After a presentation by Mitsubishi Australia staff I had a brief test drive of the i MiEV electric car. The car lived up to the claims made by Mitsubishi Australia CEO and President , Robert McEniry that it was a production car, not a prototype. The car has two very roomy seats at the front and a slightly cramped, but usable two seat bench at the back. There is a usable load space accessed via the back hatch. This is a car I could drive around the city every day (but could not drive intercity).
The car has key less "ignition": you turn what looks like a normal knob on the steering column to get the car ready to go. Then you move what looks like an automatic floor shift from P to D and press the accelerator. The difference to a petrol car is that there is no engine noise when the car is stationary. There is also almost no perceptible engine noise when the car is moving. When you take your foot off the accelerator the car slows down slightly with some regenerative breaking. There is a "B" setting on the floor shift to simulate the engine breaking of a manual car. In other respects this looks and drives like a small four door hatchback car.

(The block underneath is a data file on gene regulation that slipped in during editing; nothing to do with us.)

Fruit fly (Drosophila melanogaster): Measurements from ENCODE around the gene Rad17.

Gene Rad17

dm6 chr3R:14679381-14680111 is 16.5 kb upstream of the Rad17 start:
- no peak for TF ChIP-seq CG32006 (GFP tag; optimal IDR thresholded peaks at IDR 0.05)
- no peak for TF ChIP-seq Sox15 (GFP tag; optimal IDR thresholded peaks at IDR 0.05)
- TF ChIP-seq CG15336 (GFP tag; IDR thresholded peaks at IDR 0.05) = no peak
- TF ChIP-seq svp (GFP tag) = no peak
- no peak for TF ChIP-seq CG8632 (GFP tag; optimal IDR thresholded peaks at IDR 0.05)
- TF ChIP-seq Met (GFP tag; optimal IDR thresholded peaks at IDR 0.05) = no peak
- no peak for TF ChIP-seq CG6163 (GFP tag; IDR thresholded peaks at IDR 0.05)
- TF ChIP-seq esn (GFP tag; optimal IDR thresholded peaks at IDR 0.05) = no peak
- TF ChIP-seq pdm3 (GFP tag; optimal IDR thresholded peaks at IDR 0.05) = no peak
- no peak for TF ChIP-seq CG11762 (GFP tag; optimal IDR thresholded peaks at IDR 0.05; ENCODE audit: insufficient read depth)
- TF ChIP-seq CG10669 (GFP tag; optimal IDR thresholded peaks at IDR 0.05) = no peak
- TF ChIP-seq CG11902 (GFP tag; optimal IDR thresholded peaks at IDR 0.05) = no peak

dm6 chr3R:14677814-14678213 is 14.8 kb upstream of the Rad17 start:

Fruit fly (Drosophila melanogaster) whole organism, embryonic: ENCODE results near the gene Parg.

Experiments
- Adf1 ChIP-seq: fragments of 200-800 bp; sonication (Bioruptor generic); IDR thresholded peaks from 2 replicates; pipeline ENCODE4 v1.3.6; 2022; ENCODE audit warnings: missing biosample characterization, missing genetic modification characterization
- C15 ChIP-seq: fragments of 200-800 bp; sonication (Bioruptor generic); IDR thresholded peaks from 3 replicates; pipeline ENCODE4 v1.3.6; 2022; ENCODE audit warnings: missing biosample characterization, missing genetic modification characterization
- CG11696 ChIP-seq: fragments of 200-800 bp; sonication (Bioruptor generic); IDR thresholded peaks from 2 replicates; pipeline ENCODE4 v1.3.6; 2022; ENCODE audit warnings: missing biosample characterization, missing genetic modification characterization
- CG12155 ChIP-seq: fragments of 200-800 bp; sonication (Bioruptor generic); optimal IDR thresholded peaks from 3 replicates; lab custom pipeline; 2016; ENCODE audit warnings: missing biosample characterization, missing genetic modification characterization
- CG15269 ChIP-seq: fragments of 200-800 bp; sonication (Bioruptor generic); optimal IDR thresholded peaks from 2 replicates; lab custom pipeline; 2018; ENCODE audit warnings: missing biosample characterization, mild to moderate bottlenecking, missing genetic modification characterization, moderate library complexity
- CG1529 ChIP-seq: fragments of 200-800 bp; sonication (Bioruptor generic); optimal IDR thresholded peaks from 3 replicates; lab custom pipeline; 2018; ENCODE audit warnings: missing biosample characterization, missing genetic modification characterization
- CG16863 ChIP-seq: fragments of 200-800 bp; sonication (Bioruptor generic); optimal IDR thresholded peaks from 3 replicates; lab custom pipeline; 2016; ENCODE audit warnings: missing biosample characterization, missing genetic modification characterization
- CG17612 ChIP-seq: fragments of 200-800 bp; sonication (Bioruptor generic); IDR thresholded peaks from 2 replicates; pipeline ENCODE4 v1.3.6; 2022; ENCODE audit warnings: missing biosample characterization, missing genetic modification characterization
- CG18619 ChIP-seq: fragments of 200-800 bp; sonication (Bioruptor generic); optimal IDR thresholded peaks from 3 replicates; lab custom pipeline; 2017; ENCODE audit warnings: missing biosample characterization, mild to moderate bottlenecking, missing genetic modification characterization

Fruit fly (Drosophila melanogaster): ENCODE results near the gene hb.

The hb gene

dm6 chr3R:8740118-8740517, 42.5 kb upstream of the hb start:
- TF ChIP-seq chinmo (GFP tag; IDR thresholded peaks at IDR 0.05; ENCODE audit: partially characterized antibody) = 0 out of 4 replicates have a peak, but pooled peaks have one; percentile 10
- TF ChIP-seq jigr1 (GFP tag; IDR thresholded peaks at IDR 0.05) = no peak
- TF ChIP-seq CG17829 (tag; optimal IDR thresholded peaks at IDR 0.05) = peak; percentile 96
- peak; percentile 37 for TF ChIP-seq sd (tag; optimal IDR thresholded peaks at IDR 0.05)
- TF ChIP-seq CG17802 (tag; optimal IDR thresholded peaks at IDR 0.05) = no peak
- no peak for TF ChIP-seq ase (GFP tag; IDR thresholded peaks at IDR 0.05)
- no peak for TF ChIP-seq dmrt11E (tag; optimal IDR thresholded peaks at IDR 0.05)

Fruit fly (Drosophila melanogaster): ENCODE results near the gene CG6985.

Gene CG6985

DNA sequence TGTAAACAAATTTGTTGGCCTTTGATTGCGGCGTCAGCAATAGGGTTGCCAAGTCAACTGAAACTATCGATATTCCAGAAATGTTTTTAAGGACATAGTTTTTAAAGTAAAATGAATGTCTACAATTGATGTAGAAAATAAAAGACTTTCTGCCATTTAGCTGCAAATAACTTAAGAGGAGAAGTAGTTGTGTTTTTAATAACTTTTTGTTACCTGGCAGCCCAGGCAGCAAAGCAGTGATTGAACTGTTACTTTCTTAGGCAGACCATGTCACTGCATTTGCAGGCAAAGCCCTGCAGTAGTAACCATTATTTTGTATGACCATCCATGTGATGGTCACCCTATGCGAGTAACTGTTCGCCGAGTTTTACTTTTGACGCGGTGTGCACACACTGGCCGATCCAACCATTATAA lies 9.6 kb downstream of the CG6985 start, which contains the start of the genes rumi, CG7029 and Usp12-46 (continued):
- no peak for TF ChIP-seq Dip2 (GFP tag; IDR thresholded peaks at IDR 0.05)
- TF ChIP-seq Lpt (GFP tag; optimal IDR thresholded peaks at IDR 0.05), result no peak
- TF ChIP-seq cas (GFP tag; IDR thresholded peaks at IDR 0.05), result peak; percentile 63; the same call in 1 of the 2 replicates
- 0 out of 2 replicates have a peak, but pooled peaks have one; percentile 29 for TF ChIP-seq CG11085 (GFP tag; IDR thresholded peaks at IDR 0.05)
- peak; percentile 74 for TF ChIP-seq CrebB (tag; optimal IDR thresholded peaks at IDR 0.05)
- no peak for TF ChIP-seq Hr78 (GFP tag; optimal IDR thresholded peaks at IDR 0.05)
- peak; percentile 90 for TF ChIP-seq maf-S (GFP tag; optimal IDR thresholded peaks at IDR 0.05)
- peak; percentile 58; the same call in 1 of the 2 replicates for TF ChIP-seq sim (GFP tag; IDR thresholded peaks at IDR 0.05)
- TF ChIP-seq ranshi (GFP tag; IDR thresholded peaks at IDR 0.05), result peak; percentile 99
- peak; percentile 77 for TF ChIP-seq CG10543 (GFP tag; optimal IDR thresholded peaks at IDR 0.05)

I was surprised by the low technology instrument panel used. I was expecting a flat screen display like the Toyota Prius. Instead there is a large digital speedometer set in the middle of a very large economy dial gauge showing energy use. The emphasis seems to on making the car look normal.
Overall this is a usable little car, comparable to my Daihatsu Sirion and other little cars, such as the Hyundai i10 and Suzuki Alto. However, such cars, with petrol engines of about 1 litre will cost around $15,000, or less, in Australia. The i MiEV will probably cost more than twice as much. Until the batteries can be mass produced at low cost, the electric car will be prohibitively expensive. In the interim it will make more sense, environmentally and financially, to use a smaller battery in a hybrid car.